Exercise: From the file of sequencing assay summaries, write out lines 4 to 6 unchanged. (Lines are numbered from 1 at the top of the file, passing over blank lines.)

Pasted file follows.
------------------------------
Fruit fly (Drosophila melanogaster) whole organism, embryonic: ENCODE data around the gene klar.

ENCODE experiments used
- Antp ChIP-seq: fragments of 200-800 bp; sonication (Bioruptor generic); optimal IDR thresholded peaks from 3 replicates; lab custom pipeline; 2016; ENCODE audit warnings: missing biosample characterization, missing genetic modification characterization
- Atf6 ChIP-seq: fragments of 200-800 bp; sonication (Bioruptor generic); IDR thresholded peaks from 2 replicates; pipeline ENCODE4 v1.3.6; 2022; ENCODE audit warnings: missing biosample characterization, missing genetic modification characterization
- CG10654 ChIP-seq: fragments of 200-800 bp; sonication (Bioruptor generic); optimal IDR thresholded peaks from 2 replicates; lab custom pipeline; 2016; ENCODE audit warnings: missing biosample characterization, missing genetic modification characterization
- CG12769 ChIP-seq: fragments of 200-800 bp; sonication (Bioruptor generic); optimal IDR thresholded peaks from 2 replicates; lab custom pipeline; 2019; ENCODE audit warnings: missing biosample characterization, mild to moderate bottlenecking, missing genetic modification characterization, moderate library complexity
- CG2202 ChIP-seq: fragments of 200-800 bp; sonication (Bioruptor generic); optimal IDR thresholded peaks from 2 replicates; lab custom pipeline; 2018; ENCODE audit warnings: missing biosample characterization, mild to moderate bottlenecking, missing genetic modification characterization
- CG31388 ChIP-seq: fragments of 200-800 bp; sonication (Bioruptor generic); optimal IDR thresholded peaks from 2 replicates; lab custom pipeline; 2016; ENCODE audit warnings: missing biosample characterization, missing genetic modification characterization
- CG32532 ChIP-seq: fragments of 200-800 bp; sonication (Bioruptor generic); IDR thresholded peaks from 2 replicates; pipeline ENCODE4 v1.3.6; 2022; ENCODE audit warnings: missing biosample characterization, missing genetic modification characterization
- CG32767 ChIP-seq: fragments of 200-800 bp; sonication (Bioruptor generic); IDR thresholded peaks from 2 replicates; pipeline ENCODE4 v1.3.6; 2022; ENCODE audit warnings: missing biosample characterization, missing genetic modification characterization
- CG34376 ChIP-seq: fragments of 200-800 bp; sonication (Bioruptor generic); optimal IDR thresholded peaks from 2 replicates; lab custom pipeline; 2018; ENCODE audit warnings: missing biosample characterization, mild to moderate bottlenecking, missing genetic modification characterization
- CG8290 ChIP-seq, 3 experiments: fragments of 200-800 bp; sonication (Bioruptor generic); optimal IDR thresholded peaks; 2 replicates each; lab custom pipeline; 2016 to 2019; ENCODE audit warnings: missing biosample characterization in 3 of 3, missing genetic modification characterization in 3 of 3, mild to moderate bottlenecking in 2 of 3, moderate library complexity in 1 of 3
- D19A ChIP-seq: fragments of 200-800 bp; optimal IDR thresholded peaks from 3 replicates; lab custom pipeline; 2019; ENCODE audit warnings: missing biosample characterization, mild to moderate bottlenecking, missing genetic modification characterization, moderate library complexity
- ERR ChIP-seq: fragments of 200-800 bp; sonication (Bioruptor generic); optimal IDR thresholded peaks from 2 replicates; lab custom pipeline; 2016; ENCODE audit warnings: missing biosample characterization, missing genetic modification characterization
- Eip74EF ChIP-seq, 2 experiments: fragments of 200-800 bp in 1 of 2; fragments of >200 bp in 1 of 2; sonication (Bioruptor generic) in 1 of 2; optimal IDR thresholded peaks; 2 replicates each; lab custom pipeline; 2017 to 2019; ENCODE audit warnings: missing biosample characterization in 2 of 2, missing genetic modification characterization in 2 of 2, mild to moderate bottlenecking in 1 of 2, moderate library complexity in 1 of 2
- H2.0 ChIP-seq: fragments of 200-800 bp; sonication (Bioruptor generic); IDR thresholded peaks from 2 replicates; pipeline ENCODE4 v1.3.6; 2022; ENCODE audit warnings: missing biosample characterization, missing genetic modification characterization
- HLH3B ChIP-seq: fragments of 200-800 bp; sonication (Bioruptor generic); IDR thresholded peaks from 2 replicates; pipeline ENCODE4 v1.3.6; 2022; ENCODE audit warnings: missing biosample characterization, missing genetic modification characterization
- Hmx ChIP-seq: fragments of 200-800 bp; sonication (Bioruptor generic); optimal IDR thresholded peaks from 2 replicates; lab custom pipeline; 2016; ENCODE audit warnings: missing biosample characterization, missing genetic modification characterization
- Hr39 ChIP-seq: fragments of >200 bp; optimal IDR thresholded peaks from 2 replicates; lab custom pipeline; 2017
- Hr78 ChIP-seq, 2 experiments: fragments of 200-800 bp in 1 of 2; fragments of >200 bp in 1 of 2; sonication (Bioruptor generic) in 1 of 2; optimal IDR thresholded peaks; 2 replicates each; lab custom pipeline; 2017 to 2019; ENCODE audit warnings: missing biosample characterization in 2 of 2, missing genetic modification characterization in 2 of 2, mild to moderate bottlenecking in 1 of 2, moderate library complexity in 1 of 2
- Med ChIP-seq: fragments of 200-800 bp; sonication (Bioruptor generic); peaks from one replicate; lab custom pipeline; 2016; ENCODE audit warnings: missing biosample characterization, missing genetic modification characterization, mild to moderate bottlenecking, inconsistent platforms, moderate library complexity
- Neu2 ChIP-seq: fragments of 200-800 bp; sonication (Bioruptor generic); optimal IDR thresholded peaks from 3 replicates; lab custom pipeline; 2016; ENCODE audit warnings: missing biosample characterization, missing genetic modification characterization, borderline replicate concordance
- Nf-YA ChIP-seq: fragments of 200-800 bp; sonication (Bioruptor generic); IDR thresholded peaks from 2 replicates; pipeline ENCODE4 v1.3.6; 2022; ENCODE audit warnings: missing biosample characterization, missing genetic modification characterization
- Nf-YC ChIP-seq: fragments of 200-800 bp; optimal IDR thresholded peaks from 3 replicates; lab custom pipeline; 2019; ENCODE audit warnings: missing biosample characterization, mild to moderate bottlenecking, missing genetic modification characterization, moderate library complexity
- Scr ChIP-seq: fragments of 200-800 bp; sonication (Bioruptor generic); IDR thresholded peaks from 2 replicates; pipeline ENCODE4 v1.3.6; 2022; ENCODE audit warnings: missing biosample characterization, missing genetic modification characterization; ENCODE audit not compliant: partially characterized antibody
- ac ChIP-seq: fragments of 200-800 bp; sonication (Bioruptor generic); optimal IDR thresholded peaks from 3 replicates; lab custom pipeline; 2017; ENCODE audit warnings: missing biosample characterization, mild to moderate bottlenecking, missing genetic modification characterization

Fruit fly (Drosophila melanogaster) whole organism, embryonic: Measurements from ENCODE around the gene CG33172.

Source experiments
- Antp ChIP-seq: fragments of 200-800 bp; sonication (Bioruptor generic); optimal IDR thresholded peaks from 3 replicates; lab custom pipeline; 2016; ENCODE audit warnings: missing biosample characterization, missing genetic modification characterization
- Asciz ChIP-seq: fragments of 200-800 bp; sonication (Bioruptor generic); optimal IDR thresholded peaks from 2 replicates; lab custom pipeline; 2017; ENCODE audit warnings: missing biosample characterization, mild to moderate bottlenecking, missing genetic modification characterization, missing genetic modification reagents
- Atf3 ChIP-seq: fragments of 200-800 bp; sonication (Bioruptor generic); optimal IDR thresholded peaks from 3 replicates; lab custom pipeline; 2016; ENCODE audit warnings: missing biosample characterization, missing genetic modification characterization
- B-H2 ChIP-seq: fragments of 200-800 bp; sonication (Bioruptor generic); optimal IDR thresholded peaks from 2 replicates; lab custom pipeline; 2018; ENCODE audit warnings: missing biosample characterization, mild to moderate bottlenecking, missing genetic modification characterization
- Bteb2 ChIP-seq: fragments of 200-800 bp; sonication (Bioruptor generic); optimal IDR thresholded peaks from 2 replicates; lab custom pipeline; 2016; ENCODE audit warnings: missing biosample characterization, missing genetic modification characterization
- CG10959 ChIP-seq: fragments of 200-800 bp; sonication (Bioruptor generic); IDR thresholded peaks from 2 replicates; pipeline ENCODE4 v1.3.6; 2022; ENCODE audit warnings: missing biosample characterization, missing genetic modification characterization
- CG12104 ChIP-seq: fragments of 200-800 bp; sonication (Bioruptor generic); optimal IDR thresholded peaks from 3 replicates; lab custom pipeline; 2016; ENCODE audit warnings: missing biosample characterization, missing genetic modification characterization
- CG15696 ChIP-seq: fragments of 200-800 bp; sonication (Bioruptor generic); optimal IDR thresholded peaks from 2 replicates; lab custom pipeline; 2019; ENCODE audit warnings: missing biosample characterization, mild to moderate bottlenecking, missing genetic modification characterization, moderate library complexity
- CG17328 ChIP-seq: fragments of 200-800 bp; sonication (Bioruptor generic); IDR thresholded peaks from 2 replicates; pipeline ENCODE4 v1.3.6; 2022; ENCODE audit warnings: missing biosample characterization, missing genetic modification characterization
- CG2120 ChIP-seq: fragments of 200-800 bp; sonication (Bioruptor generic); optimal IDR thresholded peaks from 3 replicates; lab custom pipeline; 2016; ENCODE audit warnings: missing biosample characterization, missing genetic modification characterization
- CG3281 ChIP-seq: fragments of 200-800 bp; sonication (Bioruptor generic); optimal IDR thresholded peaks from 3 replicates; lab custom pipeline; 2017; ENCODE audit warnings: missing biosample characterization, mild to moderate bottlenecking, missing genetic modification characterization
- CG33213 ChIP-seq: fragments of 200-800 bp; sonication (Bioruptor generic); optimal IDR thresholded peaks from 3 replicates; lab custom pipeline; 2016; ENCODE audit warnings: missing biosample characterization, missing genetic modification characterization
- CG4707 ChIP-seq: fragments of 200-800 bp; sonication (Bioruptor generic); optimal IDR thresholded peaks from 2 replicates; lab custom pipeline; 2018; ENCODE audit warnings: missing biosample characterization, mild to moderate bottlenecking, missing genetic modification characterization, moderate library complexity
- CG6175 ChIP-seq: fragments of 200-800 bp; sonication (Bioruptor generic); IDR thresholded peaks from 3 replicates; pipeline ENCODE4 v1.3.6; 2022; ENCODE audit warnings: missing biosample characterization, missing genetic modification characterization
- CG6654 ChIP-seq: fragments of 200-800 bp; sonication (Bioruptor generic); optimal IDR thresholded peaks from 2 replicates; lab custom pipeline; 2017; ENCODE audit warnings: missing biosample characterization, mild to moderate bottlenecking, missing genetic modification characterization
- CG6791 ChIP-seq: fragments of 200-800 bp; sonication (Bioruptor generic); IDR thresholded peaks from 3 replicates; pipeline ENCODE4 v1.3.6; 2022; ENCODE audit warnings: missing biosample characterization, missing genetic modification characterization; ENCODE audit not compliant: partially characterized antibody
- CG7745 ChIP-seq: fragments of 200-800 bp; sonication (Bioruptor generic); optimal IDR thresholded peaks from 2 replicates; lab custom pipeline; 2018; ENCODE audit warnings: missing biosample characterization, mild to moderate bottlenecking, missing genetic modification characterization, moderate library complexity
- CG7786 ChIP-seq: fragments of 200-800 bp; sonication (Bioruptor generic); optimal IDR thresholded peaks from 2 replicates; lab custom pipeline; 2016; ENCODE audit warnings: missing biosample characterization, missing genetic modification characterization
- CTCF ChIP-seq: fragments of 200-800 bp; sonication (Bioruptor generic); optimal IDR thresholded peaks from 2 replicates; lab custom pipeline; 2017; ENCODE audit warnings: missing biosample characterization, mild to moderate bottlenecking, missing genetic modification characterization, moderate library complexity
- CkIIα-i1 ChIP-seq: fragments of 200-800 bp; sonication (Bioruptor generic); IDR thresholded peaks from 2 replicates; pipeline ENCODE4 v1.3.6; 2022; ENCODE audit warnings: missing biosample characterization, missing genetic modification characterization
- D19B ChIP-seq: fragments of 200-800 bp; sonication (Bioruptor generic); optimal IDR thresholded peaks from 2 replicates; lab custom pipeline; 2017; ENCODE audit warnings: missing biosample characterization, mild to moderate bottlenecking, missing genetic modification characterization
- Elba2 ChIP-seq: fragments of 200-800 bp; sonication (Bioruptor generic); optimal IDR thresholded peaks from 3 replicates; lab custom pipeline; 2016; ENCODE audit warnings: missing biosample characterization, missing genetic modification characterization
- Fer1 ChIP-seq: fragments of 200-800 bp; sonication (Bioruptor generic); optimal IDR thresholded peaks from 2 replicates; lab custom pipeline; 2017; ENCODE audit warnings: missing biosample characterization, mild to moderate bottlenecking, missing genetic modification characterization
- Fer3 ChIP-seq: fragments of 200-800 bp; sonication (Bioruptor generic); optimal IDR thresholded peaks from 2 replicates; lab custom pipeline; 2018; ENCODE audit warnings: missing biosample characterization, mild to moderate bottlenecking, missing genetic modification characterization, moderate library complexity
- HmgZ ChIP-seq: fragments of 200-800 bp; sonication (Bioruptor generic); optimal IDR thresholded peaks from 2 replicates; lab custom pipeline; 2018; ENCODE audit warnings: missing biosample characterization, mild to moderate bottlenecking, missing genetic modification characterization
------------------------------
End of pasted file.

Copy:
- Atf6 ChIP-seq: fragments of 200-800 bp; sonication (Bioruptor generic); IDR thresholded peaks from 2 replicates; pipeline ENCODE4 v1.3.6; 2022; ENCODE audit warnings: missing biosample characterization, missing genetic modification characterization
- CG10654 ChIP-seq: fragments of 200-800 bp; sonication (Bioruptor generic); optimal IDR thresholded peaks from 2 replicates; lab custom pipeline; 2016; ENCODE audit warnings: missing biosample characterization, missing genetic modification characterization
- CG12769 ChIP-seq: fragments of 200-800 bp; sonication (Bioruptor generic); optimal IDR thresholded peaks from 2 replicates; lab custom pipeline; 2019; ENCODE audit warnings: missing biosample characterization, mild to moderate bottlenecking, missing genetic modification characterization, moderate library complexity